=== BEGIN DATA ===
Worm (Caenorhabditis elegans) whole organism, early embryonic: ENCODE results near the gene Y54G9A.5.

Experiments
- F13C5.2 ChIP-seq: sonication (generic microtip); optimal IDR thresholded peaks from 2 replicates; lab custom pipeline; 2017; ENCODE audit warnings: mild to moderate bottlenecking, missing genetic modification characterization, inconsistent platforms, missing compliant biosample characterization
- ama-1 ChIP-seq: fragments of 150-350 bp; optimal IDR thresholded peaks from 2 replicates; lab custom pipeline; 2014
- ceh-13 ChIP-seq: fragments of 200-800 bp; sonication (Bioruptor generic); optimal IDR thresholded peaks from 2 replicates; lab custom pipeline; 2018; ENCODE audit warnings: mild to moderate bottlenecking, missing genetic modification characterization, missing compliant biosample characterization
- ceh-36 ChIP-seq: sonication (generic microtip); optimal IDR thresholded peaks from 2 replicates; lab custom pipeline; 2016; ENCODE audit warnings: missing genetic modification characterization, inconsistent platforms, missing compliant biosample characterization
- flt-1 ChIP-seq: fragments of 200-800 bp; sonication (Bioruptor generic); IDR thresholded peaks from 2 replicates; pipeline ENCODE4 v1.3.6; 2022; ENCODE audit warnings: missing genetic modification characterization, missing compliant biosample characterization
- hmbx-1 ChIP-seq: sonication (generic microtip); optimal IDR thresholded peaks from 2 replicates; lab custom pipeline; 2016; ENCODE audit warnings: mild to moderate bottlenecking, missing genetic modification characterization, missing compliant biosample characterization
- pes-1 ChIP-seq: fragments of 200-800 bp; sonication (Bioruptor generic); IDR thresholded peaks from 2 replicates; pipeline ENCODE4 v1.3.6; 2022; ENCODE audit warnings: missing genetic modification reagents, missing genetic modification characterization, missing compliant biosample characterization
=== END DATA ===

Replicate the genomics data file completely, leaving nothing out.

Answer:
Worm (Caenorhabditis elegans) whole organism, early embryonic: ENCODE results near the gene Y54G9A.5.

Experiments
- F13C5.2 ChIP-seq: sonication (generic microtip); optimal IDR thresholded peaks from 2 replicates; lab custom pipeline; 2017; ENCODE audit warnings: mild to moderate bottlenecking, missing genetic modification characterization, inconsistent platforms, missing compliant biosample characterization
- ama-1 ChIP-seq: fragments of 150-350 bp; optimal IDR thresholded peaks from 2 replicates; lab custom pipeline; 2014
- ceh-13 ChIP-seq: fragments of 200-800 bp; sonication (Bioruptor generic); optimal IDR thresholded peaks from 2 replicates; lab custom pipeline; 2018; ENCODE audit warnings: mild to moderate bottlenecking, missing genetic modification characterization, missing compliant biosample characterization
- ceh-36 ChIP-seq: sonication (generic microtip); optimal IDR thresholded peaks from 2 replicates; lab custom pipeline; 2016; ENCODE audit warnings: missing genetic modification characterization, inconsistent platforms, missing compliant biosample characterization
- flt-1 ChIP-seq: fragments of 200-800 bp; sonication (Bioruptor generic); IDR thresholded peaks from 2 replicates; pipeline ENCODE4 v1.3.6; 2022; ENCODE audit warnings: missing genetic modification characterization, missing compliant biosample characterization
- hmbx-1 ChIP-seq: sonication (generic microtip); optimal IDR thresholded peaks from 2 replicates; lab custom pipeline; 2016; ENCODE audit warnings: mild to moderate bottlenecking, missing genetic modification characterization, missing compliant biosample characterization
- pes-1 ChIP-seq: fragments of 200-800 bp; sonication (Bioruptor generic); IDR thresholded peaks from 2 replicates; pipeline ENCODE4 v1.3.6; 2022; ENCODE audit warnings: missing genetic modification reagents, missing genetic modification characterization, missing compliant biosample characterization